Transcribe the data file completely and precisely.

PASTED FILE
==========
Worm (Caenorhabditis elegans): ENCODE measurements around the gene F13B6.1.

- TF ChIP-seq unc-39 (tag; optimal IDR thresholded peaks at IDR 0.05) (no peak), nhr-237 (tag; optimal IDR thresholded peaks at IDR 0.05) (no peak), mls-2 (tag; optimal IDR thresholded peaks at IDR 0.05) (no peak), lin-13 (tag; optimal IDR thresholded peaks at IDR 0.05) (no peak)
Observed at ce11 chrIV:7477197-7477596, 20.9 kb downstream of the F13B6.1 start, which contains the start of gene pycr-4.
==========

Worm (Caenorhabditis elegans): ENCODE measurements around the gene F13B6.1.

- TF ChIP-seq unc-39 (tag; optimal IDR thresholded peaks at IDR 0.05) (no peak), nhr-237 (tag; optimal IDR thresholded peaks at IDR 0.05) (no peak), mls-2 (tag; optimal IDR thresholded peaks at IDR 0.05) (no peak), lin-13 (tag; optimal IDR thresholded peaks at IDR 0.05) (no peak)
Observed at ce11 chrIV:7477197-7477596, 20.9 kb downstream of the F13B6.1 start, which contains the start of gene pycr-4.